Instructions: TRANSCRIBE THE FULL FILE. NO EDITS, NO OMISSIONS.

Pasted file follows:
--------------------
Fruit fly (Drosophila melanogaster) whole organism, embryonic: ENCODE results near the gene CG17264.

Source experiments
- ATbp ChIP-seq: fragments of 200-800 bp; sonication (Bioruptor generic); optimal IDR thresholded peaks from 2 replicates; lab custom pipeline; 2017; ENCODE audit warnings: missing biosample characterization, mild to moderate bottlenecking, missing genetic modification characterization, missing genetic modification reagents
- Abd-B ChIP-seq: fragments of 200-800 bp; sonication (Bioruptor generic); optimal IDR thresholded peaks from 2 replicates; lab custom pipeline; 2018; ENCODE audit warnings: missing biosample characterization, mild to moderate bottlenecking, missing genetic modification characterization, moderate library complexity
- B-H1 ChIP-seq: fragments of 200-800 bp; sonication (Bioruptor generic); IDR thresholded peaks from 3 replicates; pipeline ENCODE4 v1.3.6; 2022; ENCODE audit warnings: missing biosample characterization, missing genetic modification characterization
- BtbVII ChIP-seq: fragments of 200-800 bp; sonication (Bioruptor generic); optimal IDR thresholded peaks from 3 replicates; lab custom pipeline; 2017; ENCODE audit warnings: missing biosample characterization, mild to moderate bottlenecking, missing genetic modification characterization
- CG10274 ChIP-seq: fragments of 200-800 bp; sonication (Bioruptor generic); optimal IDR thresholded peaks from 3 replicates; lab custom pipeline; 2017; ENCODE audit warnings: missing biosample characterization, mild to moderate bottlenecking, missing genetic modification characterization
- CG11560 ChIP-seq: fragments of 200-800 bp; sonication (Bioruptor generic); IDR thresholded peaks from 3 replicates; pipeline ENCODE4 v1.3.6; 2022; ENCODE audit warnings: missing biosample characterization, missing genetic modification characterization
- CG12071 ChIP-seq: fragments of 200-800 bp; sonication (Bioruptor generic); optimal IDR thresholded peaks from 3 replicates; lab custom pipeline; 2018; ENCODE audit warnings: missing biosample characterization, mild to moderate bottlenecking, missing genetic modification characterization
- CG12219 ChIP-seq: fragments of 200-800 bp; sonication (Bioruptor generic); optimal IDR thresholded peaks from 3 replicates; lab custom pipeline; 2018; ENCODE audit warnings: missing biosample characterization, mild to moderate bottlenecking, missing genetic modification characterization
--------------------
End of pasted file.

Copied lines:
Fruit fly (Drosophila melanogaster) whole organism, embryonic: ENCODE results near the gene CG17264.

Source experiments
- ATbp ChIP-seq: fragments of 200-800 bp; sonication (Bioruptor generic); optimal IDR thresholded peaks from 2 replicates; lab custom pipeline; 2017; ENCODE audit warnings: missing biosample characterization, mild to moderate bottlenecking, missing genetic modification characterization, missing genetic modification reagents
- Abd-B ChIP-seq: fragments of 200-800 bp; sonication (Bioruptor generic); optimal IDR thresholded peaks from 2 replicates; lab custom pipeline; 2018; ENCODE audit warnings: missing biosample characterization, mild to moderate bottlenecking, missing genetic modification characterization, moderate library complexity
- B-H1 ChIP-seq: fragments of 200-800 bp; sonication (Bioruptor generic); IDR thresholded peaks from 3 replicates; pipeline ENCODE4 v1.3.6; 2022; ENCODE audit warnings: missing biosample characterization, missing genetic modification characterization
- BtbVII ChIP-seq: fragments of 200-800 bp; sonication (Bioruptor generic); optimal IDR thresholded peaks from 3 replicates; lab custom pipeline; 2017; ENCODE audit warnings: missing biosample characterization, mild to moderate bottlenecking, missing genetic modification characterization
- CG10274 ChIP-seq: fragments of 200-800 bp; sonication (Bioruptor generic); optimal IDR thresholded peaks from 3 replicates; lab custom pipeline; 2017; ENCODE audit warnings: missing biosample characterization, mild to moderate bottlenecking, missing genetic modification characterization
- CG11560 ChIP-seq: fragments of 200-800 bp; sonication (Bioruptor generic); IDR thresholded peaks from 3 replicates; pipeline ENCODE4 v1.3.6; 2022; ENCODE audit warnings: missing biosample characterization, missing genetic modification characterization
- CG12071 ChIP-seq: fragments of 200-800 bp; sonication (Bioruptor generic); optimal IDR thresholded peaks from 3 replicates; lab custom pipeline; 2018; ENCODE audit warnings: missing biosample characterization, mild to moderate bottlenecking, missing genetic modification characterization
- CG12219 ChIP-seq: fragments of 200-800 bp; sonication (Bioruptor generic); optimal IDR thresholded peaks from 3 replicates; lab custom pipeline; 2018; ENCODE audit warnings: missing biosample characterization, mild to moderate bottlenecking, missing genetic modification characterization